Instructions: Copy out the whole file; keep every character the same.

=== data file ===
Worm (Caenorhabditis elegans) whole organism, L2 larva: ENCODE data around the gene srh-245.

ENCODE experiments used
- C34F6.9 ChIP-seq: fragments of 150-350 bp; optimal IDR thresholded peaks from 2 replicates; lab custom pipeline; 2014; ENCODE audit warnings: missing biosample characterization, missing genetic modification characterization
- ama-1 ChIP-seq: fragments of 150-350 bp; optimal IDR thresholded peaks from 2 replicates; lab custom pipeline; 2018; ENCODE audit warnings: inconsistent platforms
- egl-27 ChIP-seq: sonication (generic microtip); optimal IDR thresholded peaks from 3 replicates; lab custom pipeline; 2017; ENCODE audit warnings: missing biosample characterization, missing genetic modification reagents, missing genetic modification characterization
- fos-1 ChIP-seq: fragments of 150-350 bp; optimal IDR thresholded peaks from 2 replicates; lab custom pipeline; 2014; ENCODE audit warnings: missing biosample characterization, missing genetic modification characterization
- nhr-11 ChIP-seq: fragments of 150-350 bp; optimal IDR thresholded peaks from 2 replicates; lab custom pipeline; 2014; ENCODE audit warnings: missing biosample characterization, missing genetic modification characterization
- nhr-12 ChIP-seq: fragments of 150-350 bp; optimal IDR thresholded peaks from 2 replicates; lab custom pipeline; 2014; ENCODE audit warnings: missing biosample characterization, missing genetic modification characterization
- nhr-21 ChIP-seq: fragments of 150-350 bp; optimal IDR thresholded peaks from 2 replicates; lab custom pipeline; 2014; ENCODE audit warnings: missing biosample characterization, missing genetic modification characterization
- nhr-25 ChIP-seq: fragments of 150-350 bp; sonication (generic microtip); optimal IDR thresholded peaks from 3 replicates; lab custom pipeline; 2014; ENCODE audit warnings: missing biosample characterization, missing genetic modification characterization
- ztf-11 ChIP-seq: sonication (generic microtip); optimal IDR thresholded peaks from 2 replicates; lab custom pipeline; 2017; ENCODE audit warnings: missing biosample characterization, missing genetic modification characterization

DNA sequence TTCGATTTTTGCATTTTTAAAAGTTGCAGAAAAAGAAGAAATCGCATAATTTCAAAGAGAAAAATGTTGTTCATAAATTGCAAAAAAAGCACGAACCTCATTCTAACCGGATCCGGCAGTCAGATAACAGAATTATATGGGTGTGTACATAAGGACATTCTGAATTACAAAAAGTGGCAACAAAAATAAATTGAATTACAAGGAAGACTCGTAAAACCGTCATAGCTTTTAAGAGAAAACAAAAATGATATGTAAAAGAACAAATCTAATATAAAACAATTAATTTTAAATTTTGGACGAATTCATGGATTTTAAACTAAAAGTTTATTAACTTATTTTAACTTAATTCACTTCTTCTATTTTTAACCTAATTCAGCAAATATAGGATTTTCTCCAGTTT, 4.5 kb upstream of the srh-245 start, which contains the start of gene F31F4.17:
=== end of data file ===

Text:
Worm (Caenorhabditis elegans) whole organism, L2 larva: ENCODE data around the gene srh-245.

ENCODE experiments used
- C34F6.9 ChIP-seq: fragments of 150-350 bp; optimal IDR thresholded peaks from 2 replicates; lab custom pipeline; 2014; ENCODE audit warnings: missing biosample characterization, missing genetic modification characterization
- ama-1 ChIP-seq: fragments of 150-350 bp; optimal IDR thresholded peaks from 2 replicates; lab custom pipeline; 2018; ENCODE audit warnings: inconsistent platforms
- egl-27 ChIP-seq: sonication (generic microtip); optimal IDR thresholded peaks from 3 replicates; lab custom pipeline; 2017; ENCODE audit warnings: missing biosample characterization, missing genetic modification reagents, missing genetic modification characterization
- fos-1 ChIP-seq: fragments of 150-350 bp; optimal IDR thresholded peaks from 2 replicates; lab custom pipeline; 2014; ENCODE audit warnings: missing biosample characterization, missing genetic modification characterization
- nhr-11 ChIP-seq: fragments of 150-350 bp; optimal IDR thresholded peaks from 2 replicates; lab custom pipeline; 2014; ENCODE audit warnings: missing biosample characterization, missing genetic modification characterization
- nhr-12 ChIP-seq: fragments of 150-350 bp; optimal IDR thresholded peaks from 2 replicates; lab custom pipeline; 2014; ENCODE audit warnings: missing biosample characterization, missing genetic modification characterization
- nhr-21 ChIP-seq: fragments of 150-350 bp; optimal IDR thresholded peaks from 2 replicates; lab custom pipeline; 2014; ENCODE audit warnings: missing biosample characterization, missing genetic modification characterization
- nhr-25 ChIP-seq: fragments of 150-350 bp; sonication (generic microtip); optimal IDR thresholded peaks from 3 replicates; lab custom pipeline; 2014; ENCODE audit warnings: missing biosample characterization, missing genetic modification characterization
- ztf-11 ChIP-seq: sonication (generic microtip); optimal IDR thresholded peaks from 2 replicates; lab custom pipeline; 2017; ENCODE audit warnings: missing biosample characterization, missing genetic modification characterization

DNA sequence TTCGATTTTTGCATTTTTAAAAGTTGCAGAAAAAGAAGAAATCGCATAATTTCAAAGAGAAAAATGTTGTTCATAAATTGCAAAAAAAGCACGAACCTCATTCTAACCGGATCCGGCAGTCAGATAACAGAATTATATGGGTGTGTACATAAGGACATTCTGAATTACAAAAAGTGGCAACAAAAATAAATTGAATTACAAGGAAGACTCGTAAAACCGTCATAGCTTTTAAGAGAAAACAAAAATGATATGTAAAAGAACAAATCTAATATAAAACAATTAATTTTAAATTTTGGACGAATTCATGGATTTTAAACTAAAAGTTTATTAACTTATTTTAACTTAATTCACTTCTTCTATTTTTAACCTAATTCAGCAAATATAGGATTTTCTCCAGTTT, 4.5 kb upstream of the srh-245 start, which contains the start of gene F31F4.17: